“No, you can’t,” she insisted and then let the cat out of the bag. “The doctors are in court right now, getting custody of this child.”
“Right,” I said in the same steely, even tone. Lord knows how I was able to maintain the external calm with my heart pounding and adrenalin flooding through my veins. “They are in court now, and I am here now. They may have custody in the future, but I have custody now. I am taking him with me.” My eyes finally saw what I was looking for—a stairway exit at the end of the opposite hallway. I could reach it pretty quickly at a run.
“I’m calling security,” she said, as she headed back to the nurses’ station.
“Call whomever you want,” I replied and sprinted to the doorway. I dashed down the stairs, all five flights, as if they were a hill of snow and I was on a sled. I don’t remember actually stepping on even one of the stairs, but clearly I must have. Reaching the bottom, I ran as fast as I could to the car. I thanked all the stars in heaven for my fast legs, for all the intensive running-away-from-abusive-parents-wanting-to-beat-me practice I had had in my childhood that now stood me in good stead.
Thank goodness, the car was still there. Charles had not yet been chased away by a meter maid. I opened the door and jumped in. Breathing heavily, I urged Charles, “Go!”
We sped away, not home, but to the airport. I had earlier checked on the first flight out to Beanton. It was on US Airways, and we had about an hour to wait. It was an hour of agony, wondering if custody would be granted in the interim, whether the security guards would figure out that we probably had gone to the airport, whether the police would be contacted, whether someone would think to check airline manifests. Finally, the plane was ready to board. I walked on with Doah calmly, chatting with other passangers, as if every day I stole my child from the hospital and flew with him to some other city.
On board, I relaxed. The stewardess told me that Doah was cute, and she spent a few minutes casually chatting with me. The flight from Renboro to Beanton generally takes about 50 minutes. I had time to read the in-flight magazine and mentally prepare to meet my brothers. I had called Beanton Children’s. No beds were available until the next day, so my brothers, Willie and Keith, had promised to meet me at Logan Airport and take my home to Acton. We would spend the night on the farm and return in the morning when there would be room for Doah at the hospital. All was on track. All was calm.
All was calm, that is, until 30 minutes into the flight when the pilot announced that we were landing. Some of the passengers asked the stewardess what was going on and in what city we would be landing. “In Beanton,” she replied. “We just had a faster flight than usual because we have a medical emergency on board.”
We landed, and the stewardess asked everyone to remain seated while they took care of a medical emergency. Then she approached me and said she would help me out. “I think you had better take care of your medical emergency first,” I suggested, confused.
Now it was her turn to look confused. “We were told that you are the medical emergency,” she said.
It turned out that Renboro Children’s Hospital’s security office did rather quickly figure out where we were and had contacted the airline right after we had taken off. They had frightened the pilot into double-timing to Beanton by suggesting that Doah might stop breathing at any moment. The airline had made arrangements for my luggage to be retrieved immediately upon landing. They had also contacted Keith and Willie (“any party in the waiting area for the arrival of Elizabeth Mahlou”), lining up Keith and his car behind the ambulance that was waiting to transport us to Beanton Children’s where a bed had been miraculously found. Willie they had placed on the jetway so that he could talk me into taking Doah to the hospital should I not want to.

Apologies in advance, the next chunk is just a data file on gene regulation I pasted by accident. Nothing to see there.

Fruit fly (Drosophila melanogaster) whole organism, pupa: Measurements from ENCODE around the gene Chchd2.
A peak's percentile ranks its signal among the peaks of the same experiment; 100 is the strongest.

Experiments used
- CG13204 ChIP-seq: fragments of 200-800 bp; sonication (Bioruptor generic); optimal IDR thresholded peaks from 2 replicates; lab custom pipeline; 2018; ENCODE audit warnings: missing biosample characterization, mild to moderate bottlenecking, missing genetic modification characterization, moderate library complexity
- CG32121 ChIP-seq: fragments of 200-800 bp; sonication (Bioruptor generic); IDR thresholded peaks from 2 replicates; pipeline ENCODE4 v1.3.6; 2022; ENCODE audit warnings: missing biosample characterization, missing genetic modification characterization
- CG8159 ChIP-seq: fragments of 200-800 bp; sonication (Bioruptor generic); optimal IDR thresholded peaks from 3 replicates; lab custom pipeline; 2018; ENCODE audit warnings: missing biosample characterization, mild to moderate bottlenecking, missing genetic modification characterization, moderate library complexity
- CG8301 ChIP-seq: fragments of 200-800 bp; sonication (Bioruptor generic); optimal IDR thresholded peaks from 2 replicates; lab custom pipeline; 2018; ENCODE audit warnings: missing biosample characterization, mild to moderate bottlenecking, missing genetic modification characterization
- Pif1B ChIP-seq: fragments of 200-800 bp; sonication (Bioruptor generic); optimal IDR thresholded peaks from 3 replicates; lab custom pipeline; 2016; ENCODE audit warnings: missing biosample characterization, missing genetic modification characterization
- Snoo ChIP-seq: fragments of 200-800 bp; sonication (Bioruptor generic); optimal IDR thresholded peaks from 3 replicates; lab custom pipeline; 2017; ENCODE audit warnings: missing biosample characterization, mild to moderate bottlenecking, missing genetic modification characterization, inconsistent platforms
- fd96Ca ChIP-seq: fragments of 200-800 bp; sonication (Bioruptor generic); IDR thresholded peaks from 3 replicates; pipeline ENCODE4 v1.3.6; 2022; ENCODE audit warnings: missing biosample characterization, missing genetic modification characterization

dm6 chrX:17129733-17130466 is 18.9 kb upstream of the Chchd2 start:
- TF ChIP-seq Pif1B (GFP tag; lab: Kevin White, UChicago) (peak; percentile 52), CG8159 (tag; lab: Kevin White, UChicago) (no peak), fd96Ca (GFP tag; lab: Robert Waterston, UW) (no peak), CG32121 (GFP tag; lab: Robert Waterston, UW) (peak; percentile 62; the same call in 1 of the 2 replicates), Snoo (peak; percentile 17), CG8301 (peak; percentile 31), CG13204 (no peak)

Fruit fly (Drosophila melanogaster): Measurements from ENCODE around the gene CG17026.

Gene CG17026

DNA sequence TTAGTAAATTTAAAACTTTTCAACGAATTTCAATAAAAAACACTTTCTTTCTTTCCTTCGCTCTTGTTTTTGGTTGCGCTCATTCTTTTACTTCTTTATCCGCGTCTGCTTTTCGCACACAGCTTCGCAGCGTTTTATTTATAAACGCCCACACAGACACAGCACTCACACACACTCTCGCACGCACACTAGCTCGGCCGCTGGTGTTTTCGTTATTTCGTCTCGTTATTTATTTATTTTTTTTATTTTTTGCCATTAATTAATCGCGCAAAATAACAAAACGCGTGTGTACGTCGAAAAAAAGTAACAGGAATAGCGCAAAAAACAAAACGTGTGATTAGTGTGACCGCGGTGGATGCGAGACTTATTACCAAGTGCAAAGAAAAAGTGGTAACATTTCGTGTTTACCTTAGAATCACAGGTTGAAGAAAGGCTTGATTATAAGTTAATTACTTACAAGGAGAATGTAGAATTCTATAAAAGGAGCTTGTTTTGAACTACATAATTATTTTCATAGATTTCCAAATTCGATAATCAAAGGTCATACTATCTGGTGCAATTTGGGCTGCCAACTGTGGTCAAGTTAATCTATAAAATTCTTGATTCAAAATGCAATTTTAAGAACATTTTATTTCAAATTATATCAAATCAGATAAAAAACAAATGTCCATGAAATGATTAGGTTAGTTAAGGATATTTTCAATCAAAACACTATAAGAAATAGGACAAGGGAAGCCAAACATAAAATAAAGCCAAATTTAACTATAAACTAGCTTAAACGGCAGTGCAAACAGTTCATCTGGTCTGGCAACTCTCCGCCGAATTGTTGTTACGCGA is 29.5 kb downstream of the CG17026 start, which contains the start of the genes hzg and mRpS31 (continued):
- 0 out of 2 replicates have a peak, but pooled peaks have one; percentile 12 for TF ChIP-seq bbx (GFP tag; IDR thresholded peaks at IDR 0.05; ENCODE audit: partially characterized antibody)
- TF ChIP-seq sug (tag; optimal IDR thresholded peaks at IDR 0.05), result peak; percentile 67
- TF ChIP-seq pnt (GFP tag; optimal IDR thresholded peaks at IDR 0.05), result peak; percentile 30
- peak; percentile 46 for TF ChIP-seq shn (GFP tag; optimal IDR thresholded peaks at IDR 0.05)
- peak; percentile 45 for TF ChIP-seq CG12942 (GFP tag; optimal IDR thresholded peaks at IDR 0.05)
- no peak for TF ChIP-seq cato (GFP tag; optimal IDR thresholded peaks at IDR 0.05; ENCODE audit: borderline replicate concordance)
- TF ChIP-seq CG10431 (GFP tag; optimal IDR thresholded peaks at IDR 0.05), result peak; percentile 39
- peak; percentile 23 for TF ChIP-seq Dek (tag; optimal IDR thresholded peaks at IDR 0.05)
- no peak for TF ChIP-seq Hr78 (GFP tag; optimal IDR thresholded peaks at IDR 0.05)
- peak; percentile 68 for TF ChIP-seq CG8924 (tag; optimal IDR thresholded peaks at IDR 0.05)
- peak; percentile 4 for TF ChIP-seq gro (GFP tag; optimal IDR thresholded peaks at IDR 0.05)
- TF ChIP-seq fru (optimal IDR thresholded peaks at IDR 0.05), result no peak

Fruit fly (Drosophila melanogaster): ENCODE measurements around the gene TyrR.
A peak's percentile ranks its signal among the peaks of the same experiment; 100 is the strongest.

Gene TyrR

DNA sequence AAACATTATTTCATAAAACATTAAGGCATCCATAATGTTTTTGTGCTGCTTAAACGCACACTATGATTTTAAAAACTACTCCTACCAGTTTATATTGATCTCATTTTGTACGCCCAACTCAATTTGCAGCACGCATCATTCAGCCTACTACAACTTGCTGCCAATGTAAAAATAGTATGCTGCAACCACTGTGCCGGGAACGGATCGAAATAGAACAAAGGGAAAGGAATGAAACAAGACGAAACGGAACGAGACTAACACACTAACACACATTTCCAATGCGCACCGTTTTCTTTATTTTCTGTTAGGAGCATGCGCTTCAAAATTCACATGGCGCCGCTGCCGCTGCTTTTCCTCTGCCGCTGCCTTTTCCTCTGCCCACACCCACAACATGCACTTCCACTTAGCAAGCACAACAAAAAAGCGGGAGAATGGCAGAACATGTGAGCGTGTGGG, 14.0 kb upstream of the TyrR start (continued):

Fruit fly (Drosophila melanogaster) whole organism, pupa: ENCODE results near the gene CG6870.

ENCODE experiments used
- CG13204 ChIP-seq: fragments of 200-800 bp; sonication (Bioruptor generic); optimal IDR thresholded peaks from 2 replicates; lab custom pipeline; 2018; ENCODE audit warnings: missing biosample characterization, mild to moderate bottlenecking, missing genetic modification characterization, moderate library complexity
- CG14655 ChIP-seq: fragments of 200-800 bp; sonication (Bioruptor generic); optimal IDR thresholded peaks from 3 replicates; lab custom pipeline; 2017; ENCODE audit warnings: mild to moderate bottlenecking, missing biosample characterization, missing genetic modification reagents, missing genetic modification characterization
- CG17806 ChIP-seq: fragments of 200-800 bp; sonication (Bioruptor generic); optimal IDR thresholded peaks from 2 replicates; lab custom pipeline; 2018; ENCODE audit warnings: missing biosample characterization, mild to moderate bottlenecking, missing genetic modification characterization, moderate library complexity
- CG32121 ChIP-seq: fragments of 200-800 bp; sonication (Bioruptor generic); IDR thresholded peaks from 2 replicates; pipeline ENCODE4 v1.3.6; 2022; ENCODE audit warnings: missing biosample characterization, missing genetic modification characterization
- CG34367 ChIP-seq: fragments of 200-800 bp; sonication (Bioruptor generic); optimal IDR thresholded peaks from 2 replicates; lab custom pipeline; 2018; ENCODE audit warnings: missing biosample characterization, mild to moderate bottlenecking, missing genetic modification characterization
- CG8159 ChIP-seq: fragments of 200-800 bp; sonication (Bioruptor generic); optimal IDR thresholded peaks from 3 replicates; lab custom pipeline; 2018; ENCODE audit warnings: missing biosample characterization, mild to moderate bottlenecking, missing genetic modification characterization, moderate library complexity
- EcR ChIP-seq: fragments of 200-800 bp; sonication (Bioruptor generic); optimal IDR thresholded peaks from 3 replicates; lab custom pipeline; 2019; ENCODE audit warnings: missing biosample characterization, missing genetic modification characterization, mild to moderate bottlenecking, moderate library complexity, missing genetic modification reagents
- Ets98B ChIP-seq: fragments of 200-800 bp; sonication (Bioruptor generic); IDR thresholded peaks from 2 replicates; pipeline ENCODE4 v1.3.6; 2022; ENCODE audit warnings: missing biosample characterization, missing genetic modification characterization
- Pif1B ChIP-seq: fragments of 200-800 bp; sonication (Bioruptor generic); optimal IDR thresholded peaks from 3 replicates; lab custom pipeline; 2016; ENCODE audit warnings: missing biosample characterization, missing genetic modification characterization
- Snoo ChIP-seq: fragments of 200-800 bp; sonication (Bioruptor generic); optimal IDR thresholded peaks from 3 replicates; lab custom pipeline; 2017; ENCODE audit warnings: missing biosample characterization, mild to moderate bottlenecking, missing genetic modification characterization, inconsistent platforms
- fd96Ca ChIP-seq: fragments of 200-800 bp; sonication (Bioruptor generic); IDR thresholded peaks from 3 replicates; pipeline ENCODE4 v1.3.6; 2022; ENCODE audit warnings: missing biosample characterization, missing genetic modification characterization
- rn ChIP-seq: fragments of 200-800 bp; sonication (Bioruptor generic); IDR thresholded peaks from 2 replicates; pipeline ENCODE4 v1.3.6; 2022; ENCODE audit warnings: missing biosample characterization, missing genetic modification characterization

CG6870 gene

Literally only minutes later, Doah and I were in the ambulance, careening through downtown Beanton with sirens shrieking and lights pulsating and Keith and Willie in frantic pursuit. How fortunate that it was a weekday night when Beanton streets are more lightly traveled!
We arrived at the hospital at the same time. The admissions personnel looked at Willie and Keith in the coveralls they had been wearing in the field and, confused, asked, “Are you two medical personnel?”
“Heck, no,” answered Willie. “We’re just farmers from down Maine.”
Once Doah was in a bed on the ward, a resident appeared to take charge of him. “Renboro Children’s Hospital has been in touch with us,” he said, “and we have assigned Dr. Friedman to Doah.”
“No, there is some mistake there,” I responded, “Dr. Colodny will be his doctor.”
“Dr. Colodny does not handle lower GI patients,” the resident explained patiently.
“He used to,” I informed the resident, “and I bet he has not forgotten how to do it. Look, I am really tired. It has been a longer and more exhausting day than you could possibly imagine. It is nearly midnight, and nothing is going to get solved in the dark of the night. I am going home to Maine with my brothers. I will sign papers, giving you permission to put Doah on a life machine but nothing else should he stop breathing. You talk to Dr. Colodny in the morning, and I will come back around noon to talk to him about Doah.” I was certain that Dr. Colodny would take Doah as a patient although I had not been in touch with him. When Noelle had been a patient of his three years earlier, Dr. Colodny, as the head of the urology division, had taken her as his patient because she had some unique complications and he liked challenges. Doah would also be a challenge for him, and I did not think he would turn down a challenge.
The next morning, toward noon, I returned to the ward and tracked down the resident. “Dr. Colodny agreed to take Doah,” he said in a surprised, almost awed tone. “We have dismissed Dr. Friedman from the case.”
“I thought he would,” I responded. “I will be here round the clock so he can talk to me whenever it is convenient.”
Dr. Colodny came and greeted me effusively. He agreed with my risk assessment and dismissed the idea of a fundoplication. He set Doah up on a diet regime that would ameliorate the worst aspects of the hiatal hernia, and he had his bed set up on an incline to help nature take over some of the cure. Given the tracheotomy, he had the ENT staff look at Doah. There was not much that they could do about the subglottic stenosis, but they did bring up his case at a regional medical conference that was taking place at the time, unfortunately with no resolution or additional insights.